Sites like Petfinder.com and Adopt-a-Pet.com can have you searching for a Kerry Blue Terrier in your area in no time flat. The site allows you to be very specific in your requests (housetraining status, for example) or very general (all the Kerry Blues available on Petfinder across the country). AnimalShelter can help you find animal rescue groups in your area. Also some local newspapers have “pets looking for homes” sections you can review.
Social media is another great way to find a dog. Post on your Facebook page that you are looking for a specific breed so that your entire community can be your eyes and ears.
2. Reach Out to Local Experts
Start talking with all the pet pros in your area about your desire for a Kerry Blue Terrier. That includes vets, dog walkers, and groomers. When someone has to make the tough decision to give up a dog, that person will often ask her own trusted network for recommendations.
3. Talk to Breed Rescue
Most people who love Kerry Blue Terriers love all Kerry Blue Terriers. That’s why breed clubs have rescue organizations devoted to taking care of homeless dogs. The Kerry Blue Terrier Club of America’s Rescue Network can help you find a dog that may be the perfect companion for your family. You can also search online for other Kerry Blue rescues in your area.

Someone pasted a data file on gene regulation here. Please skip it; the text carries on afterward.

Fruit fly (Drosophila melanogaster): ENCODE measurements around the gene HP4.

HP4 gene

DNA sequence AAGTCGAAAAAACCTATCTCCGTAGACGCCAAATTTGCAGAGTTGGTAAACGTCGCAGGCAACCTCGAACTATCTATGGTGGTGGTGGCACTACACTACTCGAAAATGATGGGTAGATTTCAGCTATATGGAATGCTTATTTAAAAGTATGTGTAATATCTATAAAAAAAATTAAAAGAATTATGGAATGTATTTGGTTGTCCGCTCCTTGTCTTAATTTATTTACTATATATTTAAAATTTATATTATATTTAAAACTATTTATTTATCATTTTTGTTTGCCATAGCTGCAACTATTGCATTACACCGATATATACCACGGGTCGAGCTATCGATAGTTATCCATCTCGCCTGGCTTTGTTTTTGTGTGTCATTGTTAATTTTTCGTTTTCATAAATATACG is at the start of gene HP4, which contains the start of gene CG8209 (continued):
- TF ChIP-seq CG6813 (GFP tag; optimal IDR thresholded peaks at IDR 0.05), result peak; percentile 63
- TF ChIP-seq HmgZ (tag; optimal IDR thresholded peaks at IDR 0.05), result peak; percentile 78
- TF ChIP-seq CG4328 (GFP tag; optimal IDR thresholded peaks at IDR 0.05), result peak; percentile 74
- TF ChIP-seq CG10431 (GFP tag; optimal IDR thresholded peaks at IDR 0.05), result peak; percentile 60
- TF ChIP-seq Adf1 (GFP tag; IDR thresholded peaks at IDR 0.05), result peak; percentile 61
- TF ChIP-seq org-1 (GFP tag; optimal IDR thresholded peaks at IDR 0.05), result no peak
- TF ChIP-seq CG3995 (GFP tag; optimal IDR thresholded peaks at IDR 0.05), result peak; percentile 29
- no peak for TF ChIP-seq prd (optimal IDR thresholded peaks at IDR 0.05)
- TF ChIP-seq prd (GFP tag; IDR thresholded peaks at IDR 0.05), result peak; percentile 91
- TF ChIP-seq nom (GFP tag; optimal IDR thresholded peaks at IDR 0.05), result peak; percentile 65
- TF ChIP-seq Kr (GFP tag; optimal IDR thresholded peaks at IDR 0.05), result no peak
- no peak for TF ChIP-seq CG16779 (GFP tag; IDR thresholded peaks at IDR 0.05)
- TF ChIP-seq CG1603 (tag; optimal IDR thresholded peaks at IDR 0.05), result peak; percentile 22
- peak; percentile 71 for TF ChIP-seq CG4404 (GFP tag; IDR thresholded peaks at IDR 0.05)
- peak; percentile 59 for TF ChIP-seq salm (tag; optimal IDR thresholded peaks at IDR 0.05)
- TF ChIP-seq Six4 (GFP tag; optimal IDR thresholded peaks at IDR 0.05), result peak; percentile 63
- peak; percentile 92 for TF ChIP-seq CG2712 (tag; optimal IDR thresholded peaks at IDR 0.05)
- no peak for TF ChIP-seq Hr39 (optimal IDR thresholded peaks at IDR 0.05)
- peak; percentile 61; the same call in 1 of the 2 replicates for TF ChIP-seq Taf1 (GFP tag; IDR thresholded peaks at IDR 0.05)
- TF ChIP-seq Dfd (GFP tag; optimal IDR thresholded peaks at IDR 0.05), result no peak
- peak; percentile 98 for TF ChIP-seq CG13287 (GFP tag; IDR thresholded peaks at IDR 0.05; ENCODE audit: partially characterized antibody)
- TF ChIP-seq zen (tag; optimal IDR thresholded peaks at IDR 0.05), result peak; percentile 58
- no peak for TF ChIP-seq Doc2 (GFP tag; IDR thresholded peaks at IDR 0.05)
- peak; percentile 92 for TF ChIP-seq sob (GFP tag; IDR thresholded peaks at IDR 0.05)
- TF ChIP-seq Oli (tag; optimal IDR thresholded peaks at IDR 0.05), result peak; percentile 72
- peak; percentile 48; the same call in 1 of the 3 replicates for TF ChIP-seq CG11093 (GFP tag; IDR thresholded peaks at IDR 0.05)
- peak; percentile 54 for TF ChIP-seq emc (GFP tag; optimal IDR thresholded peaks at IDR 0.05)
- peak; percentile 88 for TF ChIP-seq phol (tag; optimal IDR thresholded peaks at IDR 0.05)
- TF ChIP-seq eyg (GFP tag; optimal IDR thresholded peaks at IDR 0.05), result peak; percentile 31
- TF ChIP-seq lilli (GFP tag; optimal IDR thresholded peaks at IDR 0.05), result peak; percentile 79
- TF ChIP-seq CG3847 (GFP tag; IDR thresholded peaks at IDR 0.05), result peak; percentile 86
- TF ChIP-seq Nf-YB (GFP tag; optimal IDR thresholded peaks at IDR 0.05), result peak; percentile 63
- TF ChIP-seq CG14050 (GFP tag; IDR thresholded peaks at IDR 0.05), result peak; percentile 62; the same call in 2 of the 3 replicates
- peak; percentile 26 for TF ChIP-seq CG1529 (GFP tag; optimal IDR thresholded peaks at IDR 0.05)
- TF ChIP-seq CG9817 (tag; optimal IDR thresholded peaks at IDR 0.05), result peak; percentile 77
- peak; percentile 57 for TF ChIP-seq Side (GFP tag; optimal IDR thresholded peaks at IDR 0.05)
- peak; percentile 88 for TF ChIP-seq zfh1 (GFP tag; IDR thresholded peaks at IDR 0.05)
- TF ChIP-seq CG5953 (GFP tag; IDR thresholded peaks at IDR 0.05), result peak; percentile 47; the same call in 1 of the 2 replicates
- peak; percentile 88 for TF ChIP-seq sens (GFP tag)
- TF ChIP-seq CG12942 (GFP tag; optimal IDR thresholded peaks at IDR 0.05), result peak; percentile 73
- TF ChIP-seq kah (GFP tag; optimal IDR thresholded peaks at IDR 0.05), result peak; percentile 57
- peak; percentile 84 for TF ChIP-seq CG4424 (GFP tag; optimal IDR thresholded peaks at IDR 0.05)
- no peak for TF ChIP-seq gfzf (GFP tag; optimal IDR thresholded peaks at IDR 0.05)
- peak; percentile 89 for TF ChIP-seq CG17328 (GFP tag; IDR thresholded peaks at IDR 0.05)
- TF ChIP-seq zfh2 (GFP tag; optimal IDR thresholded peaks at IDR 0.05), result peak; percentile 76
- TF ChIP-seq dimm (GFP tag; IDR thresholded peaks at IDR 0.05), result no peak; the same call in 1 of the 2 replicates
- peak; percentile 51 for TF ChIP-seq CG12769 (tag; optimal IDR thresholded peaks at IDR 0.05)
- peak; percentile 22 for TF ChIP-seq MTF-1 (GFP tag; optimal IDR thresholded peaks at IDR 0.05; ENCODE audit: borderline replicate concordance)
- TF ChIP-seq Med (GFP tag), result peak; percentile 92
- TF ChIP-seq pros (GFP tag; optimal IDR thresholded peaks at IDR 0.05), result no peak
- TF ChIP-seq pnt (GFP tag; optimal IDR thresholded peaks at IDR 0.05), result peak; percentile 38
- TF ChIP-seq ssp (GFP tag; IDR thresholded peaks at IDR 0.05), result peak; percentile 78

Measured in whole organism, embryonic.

The great thing about breed rescue groups is that they tend to be very upfront about any health conditions the dogs may have and are a valuable resource for advice. They also often offer fostering opportunities so, with training, you could bring a Kerry Blue home with you to see what the experience is like.
4. Key Questions to Ask
You now know the things to discuss with a breeder, but there are also questions you should discuss with shelter or rescue group staff or volunteers before you bring home a dog. These include:
What is his energy level?
How is he around other animals?
How does he respond to shelter workers, visitors and children?
What is his personality like?
What is his age?
Is he housetrained?
Has he ever bitten or hurt anyone that they know of?
Are there any known health issues?
Wherever you acquire your Kerry Blue Terrier, make sure you have a good contract with the seller, shelter or rescue group that spells out responsibilities on both sides. Petfinder offers an Adopters Bill of Rights that helps you understand what you can consider normal and appropriate when you get a dog from a shelter. In states with “puppy lemon laws,” be sure you and the person you get the dog from both understand your rights and recourses.
Puppy or adult, take your Kerry Blue to your veterinarian soon after adoption. Your veterinarian will be able to spot problems, and will work with you to set up a preventive regimen that will help you avoid many health issues.